While some big-name brands (Aesop, APC and Maison Kitsuné) have recently settled on rue Condorcet, the rest of the neighborhood remains a haven for independent boutiques, many of which feature products made by locals. Myrtille Beck sells delicate and flirty rings, necklaces and bracelets of her own design. Lab Boutique, founded by a former Chloé and APC designer, takes custom orders the kitchen, bedroom and bathroom textiles. Design objects and home goods from all over the world can be found at the concept stores Le Rocketship and Mr. Fish. And don’t go home without some Pigalle branded streetwear by Stephane Ashpool. His pret-a-porter line emblazoned with the neighborhood’s name can be procured at Pigalle Paris.
Oenophiles won’t want to miss L’Atelier des Sommeliers, the inviting wine shop and tasting room run by a pair of sommeliers who cut their teeth at the Bristol Hotel. Local foodie treats include the galettes and tarts at the neighborhood’s star bakery, the gorgeous Patisserie des Martyrs by Sebastien Gaudard. (Gaudard is an alumnus of Fauchon and Le Bon Marché.) More decadent sweets can be had at Natier, a chocolate shop that sells (almost) too-pretty-to-eat truffles and pâté de fruit by France’s best artisanal chocolatiers.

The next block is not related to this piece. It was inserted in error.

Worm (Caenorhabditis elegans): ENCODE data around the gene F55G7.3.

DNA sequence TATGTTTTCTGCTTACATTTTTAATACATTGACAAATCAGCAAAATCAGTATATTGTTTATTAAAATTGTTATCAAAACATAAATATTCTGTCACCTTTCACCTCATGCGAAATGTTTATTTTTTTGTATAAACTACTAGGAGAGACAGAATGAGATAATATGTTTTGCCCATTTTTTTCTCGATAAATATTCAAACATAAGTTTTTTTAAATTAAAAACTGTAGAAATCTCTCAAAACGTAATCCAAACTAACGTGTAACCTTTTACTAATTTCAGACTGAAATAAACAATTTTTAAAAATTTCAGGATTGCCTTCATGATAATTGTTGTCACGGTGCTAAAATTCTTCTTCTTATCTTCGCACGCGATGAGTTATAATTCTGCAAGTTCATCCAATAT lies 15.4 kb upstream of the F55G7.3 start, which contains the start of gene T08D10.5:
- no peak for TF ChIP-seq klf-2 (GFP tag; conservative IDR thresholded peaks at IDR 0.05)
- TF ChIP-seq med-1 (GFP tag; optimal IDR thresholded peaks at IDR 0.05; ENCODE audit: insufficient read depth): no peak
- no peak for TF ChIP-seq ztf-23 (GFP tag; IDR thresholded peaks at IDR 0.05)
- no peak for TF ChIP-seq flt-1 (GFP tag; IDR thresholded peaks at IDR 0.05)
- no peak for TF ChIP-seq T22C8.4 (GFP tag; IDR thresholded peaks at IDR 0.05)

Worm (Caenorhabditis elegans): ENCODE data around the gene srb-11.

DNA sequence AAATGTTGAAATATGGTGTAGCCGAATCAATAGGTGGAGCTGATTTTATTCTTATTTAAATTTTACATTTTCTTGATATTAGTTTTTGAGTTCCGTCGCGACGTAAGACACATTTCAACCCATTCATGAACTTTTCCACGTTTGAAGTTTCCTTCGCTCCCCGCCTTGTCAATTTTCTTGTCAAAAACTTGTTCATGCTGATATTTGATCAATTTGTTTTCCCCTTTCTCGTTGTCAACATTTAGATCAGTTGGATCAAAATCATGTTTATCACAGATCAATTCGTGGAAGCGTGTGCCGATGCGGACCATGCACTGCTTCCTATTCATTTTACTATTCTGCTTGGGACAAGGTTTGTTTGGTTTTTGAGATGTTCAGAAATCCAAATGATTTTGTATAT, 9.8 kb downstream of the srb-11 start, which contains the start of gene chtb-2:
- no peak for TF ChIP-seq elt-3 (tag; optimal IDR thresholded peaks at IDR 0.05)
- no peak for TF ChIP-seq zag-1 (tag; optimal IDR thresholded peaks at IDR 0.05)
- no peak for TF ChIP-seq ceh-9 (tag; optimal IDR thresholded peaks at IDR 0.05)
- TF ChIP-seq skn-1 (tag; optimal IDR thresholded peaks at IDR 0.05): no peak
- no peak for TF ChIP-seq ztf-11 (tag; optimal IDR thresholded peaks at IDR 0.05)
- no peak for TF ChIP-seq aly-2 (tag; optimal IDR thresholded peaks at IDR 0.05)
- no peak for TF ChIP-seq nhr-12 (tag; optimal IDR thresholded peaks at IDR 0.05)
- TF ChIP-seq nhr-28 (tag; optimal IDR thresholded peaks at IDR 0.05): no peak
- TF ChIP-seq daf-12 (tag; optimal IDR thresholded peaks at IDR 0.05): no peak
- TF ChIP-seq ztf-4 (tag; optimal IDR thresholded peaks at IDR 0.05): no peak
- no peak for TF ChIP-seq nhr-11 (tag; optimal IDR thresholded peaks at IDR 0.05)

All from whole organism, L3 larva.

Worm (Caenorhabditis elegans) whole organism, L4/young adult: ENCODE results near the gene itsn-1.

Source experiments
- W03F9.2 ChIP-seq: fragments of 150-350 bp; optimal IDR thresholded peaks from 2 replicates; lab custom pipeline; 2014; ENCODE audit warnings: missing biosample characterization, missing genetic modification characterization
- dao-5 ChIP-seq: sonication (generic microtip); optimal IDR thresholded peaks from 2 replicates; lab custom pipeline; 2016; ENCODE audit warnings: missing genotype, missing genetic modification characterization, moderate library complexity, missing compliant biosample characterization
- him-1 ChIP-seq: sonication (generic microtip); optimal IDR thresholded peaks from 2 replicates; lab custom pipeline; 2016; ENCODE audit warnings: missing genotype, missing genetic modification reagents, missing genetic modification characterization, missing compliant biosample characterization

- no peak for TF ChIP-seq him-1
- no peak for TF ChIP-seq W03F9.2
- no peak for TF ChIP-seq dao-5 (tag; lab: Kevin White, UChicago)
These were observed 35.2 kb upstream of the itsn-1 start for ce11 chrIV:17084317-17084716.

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What to See & Do
To learn about the creative souls who flocked to Pigalle in another era, head to the Musée de la Vie Romantique. Housed in a 19th-century mansion that was once the home of Dutch artist Ary Scheffer, the museum was renovated in 2013. Its permanent collection focuses on work by Scheffer and other artists of the Romantic era including Delacroix and Ingres with particular attention given to the novelist George Sand. The leafy courtyard garden is a nice spot for a coffee break.
Another small museum, the former home and studio of symbolist painter Gustave Moreau, is also worth a visit. Musée Gustave Moreau showcases over 1,000 paintings, drawings and sculptures by Moreau and other artists of his time, including Degas. For a contemporary art fix, head up Avenue de Clichy to Le Bal, an exhibition space dedicated to photography and video. Housed in a 1930’s dance hall, the gallery has an in-house restaurant, Le Bal Café, run by a two former Rose Bakery chefs. The British-style brunch is as much of a draw as the edgy art.